The projected large acreage cut in peanuts and the continued downward spiral in cotton acreage in the Southeast is creating economic problems for rural economies from Henry County, Ala., to Bertie County, N.C.

At a time when politicians preach loudly about restoring the rural economy, it appears small businesses in dozens of towns and counties that depend on cotton and peanuts as integral parts of the local economy will be further damaged by these projected acreage cuts in 2013.

The ripple effect carries over to government and Land-Grant university research and Extension programs, which are already financially stressed due to the ongoing recession and recovery.

If history is a good indicator, tearing down the infrastructure of an industry is considerably easier than building it back.

There is a real possibility that peanut acreage could be cut by half from historical levels of the past decade.

Cotton may see another 15-20 percent cut in acreage, driven by uncertainties over foreign markets and depressed prices. These economic realities continue to influence growers to find alternative crops.

At biggest risk are farmers, but few usually consider the risk to major agricultural companies which bear the majority of the weight for the infrastructure of these crop-based economies.

Lee Rivenbark is vice-president of global cotton and U.S. seed operations for Bayer CropScience. Though now headquartered in Lubbock, Texas, he grew up on a farm near Columbia, Ala., in Henry County and at the epicenter of cotton and peanut production in southeast Alabama and southwest Georgia.

The Bayer executive knows first-hand the impact reduced cotton and peanut acreage has on businesses both big and small.

Understands realities

He understands the realities of a global marketplace, especially on the U.S. cotton industry, and says maintaining a workable infrastructure that is so critical for cotton and peanuts won’t be easy and solutions will likely come slowly.

“Once a peanut sheller or cotton ginner goes out of business, these operations are usually gone for good,” Rivenbark says. “When these businesses are gone, in small towns like my hometown, car dealerships, banks, restaurants and most other businesses suffer and the rural enterprise is severely challenged to maintain sustainability for the business end of these crops.”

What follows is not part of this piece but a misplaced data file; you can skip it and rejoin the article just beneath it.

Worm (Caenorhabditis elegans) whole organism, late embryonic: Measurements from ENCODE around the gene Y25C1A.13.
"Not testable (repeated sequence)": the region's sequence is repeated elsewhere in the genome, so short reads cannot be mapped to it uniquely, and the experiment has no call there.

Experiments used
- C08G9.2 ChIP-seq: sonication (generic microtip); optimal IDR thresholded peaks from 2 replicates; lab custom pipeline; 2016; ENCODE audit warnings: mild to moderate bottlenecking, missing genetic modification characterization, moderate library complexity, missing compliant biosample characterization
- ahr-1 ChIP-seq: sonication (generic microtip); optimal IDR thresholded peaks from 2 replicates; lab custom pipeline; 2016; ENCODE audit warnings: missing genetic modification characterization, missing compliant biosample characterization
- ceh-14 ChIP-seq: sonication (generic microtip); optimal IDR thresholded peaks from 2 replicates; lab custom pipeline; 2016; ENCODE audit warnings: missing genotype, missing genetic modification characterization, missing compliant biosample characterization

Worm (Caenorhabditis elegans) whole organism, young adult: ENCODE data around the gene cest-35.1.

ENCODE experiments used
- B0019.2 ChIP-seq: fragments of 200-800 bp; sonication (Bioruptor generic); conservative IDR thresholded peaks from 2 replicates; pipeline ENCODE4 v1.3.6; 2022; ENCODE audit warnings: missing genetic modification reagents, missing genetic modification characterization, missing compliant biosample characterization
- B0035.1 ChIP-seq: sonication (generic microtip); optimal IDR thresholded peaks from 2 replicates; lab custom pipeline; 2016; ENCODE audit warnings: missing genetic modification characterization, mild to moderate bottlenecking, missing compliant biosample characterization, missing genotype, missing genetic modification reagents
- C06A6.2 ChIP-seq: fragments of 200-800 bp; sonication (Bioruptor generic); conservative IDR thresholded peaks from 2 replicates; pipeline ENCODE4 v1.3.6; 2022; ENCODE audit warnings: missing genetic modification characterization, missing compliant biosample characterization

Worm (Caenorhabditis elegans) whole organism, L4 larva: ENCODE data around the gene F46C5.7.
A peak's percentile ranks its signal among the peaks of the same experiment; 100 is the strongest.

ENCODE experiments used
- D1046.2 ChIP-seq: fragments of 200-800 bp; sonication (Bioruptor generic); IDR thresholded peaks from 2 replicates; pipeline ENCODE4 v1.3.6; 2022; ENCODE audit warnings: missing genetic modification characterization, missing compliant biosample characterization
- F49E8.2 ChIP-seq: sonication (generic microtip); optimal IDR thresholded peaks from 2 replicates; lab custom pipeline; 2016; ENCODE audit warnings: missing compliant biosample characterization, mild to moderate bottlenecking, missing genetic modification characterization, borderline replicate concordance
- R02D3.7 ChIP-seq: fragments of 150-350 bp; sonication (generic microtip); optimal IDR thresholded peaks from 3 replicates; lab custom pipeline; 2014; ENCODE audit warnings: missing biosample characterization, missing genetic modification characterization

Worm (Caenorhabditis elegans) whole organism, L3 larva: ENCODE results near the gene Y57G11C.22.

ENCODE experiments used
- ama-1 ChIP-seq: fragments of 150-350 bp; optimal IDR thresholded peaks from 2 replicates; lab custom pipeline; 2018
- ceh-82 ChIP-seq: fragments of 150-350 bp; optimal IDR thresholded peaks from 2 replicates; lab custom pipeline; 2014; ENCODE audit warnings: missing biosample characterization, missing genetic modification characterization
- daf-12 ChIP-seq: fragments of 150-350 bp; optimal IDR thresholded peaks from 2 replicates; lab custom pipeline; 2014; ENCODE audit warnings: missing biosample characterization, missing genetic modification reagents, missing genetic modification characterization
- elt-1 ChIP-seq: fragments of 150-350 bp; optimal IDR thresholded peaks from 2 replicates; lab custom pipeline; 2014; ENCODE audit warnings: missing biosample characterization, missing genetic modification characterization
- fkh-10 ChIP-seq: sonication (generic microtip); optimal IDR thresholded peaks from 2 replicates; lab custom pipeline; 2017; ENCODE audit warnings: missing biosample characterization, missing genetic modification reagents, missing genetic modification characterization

While global companies are often blamed for lagging rural economies, companies like Bayer CropScience play a key role in helping to revitalize rural enterprises in towns and counties across the country.

By providing the tools for farmers to grow crops more efficiently, these companies are supporting local seed and agrichemical companies, and providing income for farmers and agri-businesses that is primarily spent in rural areas to support rural businesses.

Rivenbark says global corporations are better able to withstand market fluctuations, but when an industry loses more than two million acres it hurts everyone.

To sustain those kinds of economic hits, a company, large or small, has to have a strong commitment from the top. “Bayer CropScience has established cotton as a core crop, so we have a commitment to stay in the cotton business,” Rivenbark says.

Bayer CropScience is a major player in most crops grown in the U.S. because of its involvement with high tech traits and crop protection. However, in its latest strategic plan, vegetables, rice, canola, soybeans and cotton were selected to be the company’s core crops globally.